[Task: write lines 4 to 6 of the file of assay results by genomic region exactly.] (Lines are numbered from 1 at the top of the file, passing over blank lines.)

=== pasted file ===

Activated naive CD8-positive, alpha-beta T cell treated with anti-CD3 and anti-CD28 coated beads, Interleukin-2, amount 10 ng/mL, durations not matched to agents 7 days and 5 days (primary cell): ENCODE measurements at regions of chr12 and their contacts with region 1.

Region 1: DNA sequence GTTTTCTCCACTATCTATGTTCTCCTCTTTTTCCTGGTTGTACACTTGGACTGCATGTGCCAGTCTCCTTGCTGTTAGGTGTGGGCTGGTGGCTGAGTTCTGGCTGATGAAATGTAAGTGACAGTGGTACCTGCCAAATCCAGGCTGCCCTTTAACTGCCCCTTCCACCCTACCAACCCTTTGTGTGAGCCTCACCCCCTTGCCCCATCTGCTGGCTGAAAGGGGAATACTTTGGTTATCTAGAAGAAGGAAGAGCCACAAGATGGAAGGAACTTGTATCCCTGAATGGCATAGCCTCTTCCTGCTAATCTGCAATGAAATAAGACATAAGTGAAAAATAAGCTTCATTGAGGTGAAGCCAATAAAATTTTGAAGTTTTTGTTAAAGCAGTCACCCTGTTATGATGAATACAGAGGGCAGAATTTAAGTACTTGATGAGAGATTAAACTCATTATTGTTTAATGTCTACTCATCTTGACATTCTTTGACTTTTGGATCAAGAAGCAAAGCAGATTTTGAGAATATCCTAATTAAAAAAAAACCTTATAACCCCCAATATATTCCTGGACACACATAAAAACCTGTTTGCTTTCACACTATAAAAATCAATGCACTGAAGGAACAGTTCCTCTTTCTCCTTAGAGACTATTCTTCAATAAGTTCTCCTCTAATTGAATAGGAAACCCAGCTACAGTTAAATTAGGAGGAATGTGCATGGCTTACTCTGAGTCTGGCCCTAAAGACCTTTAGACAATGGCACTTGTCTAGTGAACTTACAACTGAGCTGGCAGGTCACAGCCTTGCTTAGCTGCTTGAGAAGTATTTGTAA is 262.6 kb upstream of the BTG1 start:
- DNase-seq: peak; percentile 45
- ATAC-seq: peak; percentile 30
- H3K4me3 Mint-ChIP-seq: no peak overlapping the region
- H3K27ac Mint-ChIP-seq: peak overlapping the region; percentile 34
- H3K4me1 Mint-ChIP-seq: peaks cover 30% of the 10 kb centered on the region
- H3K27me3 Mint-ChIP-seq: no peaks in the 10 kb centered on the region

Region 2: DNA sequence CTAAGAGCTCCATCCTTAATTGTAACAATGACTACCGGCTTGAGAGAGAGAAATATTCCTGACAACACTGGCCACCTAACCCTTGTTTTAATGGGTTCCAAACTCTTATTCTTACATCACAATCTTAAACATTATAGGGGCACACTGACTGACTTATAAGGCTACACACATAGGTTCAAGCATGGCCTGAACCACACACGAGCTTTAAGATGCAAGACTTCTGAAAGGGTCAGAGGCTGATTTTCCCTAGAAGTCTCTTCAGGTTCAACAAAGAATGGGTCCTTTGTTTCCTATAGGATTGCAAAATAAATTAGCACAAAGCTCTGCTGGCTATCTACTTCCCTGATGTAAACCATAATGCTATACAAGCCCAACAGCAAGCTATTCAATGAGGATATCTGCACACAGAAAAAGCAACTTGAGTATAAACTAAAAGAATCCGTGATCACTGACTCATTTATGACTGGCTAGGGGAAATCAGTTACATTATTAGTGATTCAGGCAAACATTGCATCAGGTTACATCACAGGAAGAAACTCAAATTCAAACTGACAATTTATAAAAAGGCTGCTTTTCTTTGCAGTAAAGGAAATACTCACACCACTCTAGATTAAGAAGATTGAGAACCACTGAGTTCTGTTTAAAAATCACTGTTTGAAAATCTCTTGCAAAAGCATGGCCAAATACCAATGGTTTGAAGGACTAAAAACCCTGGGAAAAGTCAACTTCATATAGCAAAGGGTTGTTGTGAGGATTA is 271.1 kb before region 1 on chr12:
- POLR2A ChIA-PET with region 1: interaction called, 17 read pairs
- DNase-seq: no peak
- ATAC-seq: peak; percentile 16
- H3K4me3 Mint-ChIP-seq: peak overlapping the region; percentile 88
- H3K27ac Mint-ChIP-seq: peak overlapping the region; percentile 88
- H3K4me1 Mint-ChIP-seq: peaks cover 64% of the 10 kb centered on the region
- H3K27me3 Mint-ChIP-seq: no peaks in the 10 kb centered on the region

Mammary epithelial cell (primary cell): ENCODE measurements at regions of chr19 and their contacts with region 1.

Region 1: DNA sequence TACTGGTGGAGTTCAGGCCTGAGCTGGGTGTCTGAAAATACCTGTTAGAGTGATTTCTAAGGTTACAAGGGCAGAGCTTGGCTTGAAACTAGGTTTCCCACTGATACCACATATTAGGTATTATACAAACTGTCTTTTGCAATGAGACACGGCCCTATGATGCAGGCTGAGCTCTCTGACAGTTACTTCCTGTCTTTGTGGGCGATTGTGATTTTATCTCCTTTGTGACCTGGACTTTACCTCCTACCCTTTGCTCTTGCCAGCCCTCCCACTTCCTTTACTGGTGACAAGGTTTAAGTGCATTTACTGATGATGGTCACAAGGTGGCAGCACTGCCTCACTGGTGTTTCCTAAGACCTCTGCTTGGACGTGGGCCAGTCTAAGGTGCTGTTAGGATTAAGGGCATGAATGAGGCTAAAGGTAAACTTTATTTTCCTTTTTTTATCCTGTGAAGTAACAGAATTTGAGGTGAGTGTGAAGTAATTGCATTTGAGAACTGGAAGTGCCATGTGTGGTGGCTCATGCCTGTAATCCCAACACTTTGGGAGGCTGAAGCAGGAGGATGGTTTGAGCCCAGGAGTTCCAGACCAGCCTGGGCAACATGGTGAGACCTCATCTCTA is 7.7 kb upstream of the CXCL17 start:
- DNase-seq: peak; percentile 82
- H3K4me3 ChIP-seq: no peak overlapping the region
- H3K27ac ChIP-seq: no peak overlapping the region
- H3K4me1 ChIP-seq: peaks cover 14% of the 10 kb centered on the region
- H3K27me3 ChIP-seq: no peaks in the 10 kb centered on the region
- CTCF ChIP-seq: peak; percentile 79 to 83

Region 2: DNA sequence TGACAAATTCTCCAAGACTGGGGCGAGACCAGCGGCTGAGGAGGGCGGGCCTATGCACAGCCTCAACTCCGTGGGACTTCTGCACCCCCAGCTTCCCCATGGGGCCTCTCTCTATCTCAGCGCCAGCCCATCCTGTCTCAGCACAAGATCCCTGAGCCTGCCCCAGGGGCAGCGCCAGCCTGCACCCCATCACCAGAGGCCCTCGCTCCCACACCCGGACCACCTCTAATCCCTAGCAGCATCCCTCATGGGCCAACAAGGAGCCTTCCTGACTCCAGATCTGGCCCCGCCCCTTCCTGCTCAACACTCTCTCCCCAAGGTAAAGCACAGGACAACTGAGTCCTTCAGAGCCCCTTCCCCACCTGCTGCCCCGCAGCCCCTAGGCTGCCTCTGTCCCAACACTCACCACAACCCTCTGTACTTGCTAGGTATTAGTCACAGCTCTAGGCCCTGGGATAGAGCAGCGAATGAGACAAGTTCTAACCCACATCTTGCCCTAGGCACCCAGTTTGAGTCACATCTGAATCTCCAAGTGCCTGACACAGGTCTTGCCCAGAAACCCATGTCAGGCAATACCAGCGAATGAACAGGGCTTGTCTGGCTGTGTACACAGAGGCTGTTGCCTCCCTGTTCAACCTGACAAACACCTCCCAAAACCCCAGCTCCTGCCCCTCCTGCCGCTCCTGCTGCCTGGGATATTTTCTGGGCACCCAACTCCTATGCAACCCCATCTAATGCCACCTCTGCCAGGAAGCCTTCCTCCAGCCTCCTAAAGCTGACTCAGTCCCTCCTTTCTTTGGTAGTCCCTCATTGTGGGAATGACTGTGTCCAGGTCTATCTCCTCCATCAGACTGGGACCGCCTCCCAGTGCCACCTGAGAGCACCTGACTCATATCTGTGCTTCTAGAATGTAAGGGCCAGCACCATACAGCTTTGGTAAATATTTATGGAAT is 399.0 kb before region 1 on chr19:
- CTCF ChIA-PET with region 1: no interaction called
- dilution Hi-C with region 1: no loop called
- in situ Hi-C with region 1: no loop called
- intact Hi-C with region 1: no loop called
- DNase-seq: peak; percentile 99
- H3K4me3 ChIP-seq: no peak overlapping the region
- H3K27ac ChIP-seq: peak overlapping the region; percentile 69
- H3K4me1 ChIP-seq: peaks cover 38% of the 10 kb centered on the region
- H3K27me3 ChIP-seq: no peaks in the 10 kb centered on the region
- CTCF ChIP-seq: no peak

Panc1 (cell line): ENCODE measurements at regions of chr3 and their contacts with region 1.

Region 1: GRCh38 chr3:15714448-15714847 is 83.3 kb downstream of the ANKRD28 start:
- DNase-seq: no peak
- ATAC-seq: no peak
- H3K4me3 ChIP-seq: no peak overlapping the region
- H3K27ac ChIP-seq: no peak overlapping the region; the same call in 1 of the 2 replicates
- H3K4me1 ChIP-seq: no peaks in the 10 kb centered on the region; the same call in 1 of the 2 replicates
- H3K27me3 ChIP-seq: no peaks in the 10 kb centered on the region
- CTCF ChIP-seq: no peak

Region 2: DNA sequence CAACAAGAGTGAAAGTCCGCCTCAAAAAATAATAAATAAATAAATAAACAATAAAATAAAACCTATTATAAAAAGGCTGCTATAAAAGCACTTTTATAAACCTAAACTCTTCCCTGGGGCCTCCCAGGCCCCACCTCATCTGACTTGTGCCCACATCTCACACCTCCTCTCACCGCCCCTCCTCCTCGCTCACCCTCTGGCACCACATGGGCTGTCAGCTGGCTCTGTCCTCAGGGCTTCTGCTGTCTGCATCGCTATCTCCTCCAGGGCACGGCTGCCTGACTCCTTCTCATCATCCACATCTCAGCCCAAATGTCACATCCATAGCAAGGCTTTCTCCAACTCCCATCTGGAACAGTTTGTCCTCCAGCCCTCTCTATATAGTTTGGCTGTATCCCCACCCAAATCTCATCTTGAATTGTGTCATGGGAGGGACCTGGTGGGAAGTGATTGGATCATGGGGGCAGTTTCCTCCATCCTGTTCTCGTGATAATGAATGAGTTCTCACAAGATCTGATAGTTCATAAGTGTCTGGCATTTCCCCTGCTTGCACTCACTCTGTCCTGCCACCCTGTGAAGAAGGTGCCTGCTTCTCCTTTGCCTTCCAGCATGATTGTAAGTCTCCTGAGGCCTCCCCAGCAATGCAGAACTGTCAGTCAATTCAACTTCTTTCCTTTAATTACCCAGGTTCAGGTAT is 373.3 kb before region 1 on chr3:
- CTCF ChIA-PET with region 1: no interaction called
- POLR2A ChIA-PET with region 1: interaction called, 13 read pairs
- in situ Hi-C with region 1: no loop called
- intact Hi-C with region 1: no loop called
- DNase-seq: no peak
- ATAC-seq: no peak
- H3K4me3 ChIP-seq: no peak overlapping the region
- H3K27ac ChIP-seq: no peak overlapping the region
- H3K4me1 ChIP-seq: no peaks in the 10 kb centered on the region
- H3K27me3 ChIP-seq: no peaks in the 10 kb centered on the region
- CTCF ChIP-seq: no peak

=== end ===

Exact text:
- ATAC-seq: peak; percentile 30
- H3K4me3 Mint-ChIP-seq: no peak overlapping the region
- H3K27ac Mint-ChIP-seq: peak overlapping the region; percentile 34